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Gene Vincent in South Africa 1965

Magazine cover
The original article submitted to the magazine, later slightly modified by the editor Trevor Cajiao

Gene Vincent’s performances in South Africa in late 1965 have hitherto been somewhat shrouded in mystery. Recently new information has come from one of the musicians who backed him during that period. Contrary to the previous received wisdom, Gene actually spent a considerable time in the country, performing many times, before he returned to the USA.

Durban Daily News 3 Dec 1975

The above cutting from the 3 December 1965 edition of the Daily News in Durban reports that ‘the popular American vocalist currently appearing at a local hotel, heads the bill of a “packaged show” at Durban’s Icedrome’ skating rink the following day. The photograph shows Gene with Jackie Frisco and members of The 004, “one of the leading pop bands in the country”. Jack Russell, who still has one of the studs from Gene Vincent’s leg brace as a keepsake, has revealed many more details about Gene’s visit to South Africa. “Gene came to The Al Fresco lounge in October 1965. I was a member of a British band called 004. We had been offered a six month contract to appear at the Al Fresco by Trevor Boswell as a result of the failed Dusty Springfield tour of 1964 when Dusty was deported for refusing to play to segregated audiences. Pete Clifford was Dusty’s lead guitarist and put 004 together to satisfy the opportunity presented by the South African market which at that time was starved of outside talent. 004 consisted of Pete Clifford on lead guitar, Brian Gibson lead vocal and guitar, Jack Russell bass guitar and vocals with Pete Stember on drums. We had been resident at The Al Fresco since June when Gene arrived in late September.” Once the band had met Gene, they “rehearsed with him once or twice but most of his stuff was well known to us by ear even if we had never played it…And we were all competent professional musicians with lots of UK and foreign experience anyway.”

Gene Vincent on stage afternoon show Christmas Day

Jack thinks that local entrepreneur Joe Fusco, who he describes as a “dodgy…slimy little man but a lot of fun too” who “was always on the lookout for a fast buck”, was responsible for Gene’s trip to South Africa. On 19th September, Gene finished his three month summer season at the Rainbow Theatre on Blackpool’s south pier. Joe Fusco’s daughter Jackie, sister-in-law of Michael Hayes (better known as Mickie Most), who had adopted the stage name Frisco, was Gene’s partner at the time. They had first met when Gene played some dates in South Africa with Mickie Most in May 1961, when she was a young teenager. They got together when Jackie went to the UK in 1964. She had been with Gene in Blackpool and travelled to South Africa with him. Once they had settled in, the Al Fresco, a night club “bolted on to the Esplanade Hotel in Durban”, hosted a new show every night except Sunday, plus a matinee on Saturdays. The show comprised The 004’s own set, a set by Jackie Frisco (“thank goodness it was short” says Jack), followed by the headliner Gene. The show “started at 7.30 and closed at about 11.00. Gene would come on around 10 ish” and “would do about half an hour sometimes more depending on how he felt.” Songs performed by Gene in the shows included Bluejean Bop, What’d I Say, Whole Lotta Shakin’ Goin’ On, Susie Q, the Roger Miller ode to Moonshine whiskey Chug-A-Lug, Corinne Corinna, and the inevitable Be-Bop-A-Lula. “There was no list, he just called out songs”. Gene usually sang “5 or 6 songs with some patter between…Typical evening audiences would be fifty to a hundred with more at the weekend. Saturday mornings could be 200 youngsters 16 to 25 ish…you could be playing to two people and still have to go on!” Gene was still in robust form on stage, Jack remembers that he “broke one of my mike stands doing Be Bop a Lula, smashing it repeatedly on the floor.”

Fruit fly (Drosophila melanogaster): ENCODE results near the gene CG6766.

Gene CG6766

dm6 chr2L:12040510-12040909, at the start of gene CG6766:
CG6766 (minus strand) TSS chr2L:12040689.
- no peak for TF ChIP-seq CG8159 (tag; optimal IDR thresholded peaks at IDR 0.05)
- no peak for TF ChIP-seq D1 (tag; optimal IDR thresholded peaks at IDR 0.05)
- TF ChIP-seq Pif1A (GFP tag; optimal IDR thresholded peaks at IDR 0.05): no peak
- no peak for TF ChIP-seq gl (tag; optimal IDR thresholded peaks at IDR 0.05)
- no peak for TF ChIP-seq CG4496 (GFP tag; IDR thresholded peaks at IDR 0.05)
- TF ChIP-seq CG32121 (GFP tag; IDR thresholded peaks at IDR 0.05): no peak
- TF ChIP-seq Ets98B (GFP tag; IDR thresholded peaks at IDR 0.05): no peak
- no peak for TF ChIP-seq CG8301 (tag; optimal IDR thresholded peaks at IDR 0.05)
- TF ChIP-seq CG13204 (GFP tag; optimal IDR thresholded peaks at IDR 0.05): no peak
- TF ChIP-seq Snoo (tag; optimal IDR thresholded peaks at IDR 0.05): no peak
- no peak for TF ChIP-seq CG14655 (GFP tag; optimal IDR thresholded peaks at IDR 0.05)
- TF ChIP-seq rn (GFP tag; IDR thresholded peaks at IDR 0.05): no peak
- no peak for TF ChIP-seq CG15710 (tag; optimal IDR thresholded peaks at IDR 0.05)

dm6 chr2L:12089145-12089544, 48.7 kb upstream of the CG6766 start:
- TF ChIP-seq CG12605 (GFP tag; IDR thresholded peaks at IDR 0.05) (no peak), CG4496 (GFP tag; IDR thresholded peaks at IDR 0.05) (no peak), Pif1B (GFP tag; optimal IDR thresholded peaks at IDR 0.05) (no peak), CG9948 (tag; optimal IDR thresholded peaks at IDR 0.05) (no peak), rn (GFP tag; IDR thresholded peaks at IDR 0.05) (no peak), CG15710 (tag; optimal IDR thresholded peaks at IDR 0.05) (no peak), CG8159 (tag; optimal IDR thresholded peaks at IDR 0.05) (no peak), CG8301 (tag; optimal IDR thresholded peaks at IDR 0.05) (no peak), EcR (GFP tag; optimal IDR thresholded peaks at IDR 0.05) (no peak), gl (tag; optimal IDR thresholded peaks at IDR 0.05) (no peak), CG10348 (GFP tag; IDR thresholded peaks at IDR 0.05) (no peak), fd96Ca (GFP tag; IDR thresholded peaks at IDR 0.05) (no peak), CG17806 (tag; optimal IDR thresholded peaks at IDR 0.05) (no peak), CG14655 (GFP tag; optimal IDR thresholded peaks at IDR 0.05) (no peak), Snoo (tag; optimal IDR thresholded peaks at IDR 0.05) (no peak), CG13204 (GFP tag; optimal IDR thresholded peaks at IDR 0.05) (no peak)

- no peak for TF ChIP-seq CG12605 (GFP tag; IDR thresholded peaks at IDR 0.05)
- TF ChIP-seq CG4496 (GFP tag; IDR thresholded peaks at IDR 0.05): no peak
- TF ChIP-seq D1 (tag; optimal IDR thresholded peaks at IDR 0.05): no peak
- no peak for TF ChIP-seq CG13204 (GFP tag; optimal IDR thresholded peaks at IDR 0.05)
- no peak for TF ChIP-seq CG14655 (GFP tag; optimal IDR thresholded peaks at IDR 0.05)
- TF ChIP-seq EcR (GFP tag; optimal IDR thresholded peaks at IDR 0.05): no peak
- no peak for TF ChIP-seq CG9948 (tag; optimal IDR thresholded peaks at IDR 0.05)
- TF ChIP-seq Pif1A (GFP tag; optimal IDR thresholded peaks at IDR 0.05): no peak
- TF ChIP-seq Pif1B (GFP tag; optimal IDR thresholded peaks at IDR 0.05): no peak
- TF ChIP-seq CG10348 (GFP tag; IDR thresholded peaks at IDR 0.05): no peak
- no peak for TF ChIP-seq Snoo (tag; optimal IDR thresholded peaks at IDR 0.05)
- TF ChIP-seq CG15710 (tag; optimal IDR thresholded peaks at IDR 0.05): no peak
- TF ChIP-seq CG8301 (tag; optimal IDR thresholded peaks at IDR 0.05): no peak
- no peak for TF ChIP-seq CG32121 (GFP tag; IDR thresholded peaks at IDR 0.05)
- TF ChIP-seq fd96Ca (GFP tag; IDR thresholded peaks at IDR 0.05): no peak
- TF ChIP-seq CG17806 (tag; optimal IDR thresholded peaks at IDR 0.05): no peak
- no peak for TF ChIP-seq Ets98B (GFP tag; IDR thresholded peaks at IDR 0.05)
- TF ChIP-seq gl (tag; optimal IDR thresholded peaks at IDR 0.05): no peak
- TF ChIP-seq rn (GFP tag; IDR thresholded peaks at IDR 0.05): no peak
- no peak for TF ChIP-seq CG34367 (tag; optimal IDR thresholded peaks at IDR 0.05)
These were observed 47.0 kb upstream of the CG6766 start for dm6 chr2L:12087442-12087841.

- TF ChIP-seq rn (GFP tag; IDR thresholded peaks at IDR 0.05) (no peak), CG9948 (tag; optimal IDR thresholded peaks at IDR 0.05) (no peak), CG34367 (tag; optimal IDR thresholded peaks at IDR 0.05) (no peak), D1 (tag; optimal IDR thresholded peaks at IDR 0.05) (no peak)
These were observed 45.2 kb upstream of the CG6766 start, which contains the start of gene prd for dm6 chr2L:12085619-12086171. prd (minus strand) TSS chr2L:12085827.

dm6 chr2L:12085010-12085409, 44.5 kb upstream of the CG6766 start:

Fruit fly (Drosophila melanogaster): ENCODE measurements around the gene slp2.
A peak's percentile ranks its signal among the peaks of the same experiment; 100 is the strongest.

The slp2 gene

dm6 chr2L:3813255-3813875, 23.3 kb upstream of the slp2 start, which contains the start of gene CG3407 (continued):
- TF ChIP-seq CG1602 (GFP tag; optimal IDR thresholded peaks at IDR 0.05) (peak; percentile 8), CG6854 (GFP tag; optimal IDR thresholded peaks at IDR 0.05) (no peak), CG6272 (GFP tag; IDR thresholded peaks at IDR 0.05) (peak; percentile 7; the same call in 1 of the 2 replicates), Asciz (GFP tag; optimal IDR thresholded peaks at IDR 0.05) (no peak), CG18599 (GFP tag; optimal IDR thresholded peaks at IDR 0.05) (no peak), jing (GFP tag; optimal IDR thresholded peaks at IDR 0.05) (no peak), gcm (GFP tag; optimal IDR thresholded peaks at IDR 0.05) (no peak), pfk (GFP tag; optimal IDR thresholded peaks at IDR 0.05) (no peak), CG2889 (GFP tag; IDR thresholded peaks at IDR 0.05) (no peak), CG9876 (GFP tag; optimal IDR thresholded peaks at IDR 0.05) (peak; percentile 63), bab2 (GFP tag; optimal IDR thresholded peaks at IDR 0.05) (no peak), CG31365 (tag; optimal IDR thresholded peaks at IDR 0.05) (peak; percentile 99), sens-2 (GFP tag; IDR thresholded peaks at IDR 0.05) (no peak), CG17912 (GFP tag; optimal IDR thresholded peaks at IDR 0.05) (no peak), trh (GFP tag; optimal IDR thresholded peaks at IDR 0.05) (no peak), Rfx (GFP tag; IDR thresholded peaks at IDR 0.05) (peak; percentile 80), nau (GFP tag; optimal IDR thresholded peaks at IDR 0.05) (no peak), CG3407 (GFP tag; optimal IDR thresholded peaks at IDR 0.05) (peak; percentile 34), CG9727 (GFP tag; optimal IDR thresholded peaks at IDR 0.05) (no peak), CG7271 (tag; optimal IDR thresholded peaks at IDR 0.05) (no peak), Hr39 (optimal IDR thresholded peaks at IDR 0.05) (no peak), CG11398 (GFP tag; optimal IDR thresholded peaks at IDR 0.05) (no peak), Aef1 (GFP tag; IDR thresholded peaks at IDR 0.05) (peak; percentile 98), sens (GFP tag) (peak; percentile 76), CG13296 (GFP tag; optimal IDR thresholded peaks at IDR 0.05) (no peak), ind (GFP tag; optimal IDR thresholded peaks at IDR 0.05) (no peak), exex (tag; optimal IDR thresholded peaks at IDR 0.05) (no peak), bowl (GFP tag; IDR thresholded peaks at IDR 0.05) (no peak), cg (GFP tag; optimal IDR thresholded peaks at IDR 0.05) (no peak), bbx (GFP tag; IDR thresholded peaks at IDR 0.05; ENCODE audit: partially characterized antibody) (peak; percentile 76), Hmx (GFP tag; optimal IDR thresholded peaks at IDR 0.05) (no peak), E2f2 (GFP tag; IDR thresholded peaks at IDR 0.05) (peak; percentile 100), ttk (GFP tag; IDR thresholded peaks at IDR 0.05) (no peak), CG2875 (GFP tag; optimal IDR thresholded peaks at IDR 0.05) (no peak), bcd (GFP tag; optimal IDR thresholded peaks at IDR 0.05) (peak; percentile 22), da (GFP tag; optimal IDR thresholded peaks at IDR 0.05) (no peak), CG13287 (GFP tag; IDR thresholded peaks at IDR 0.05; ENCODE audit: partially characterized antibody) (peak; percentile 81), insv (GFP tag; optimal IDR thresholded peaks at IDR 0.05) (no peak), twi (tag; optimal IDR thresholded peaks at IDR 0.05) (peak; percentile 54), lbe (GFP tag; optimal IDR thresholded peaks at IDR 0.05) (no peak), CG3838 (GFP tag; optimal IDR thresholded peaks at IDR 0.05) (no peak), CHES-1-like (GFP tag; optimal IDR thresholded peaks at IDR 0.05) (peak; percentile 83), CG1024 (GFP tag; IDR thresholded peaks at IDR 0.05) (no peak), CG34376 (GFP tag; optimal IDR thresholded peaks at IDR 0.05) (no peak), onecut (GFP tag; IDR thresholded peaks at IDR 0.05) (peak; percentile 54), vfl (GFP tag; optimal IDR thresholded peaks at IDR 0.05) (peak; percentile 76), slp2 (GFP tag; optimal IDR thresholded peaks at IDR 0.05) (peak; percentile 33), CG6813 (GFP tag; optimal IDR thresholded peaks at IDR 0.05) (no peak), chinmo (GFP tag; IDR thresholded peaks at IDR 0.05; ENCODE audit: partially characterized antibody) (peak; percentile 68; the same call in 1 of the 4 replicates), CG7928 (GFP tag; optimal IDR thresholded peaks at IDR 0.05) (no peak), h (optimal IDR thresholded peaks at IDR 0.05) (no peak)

Gene Vincent on stage afternoon show Christmas Day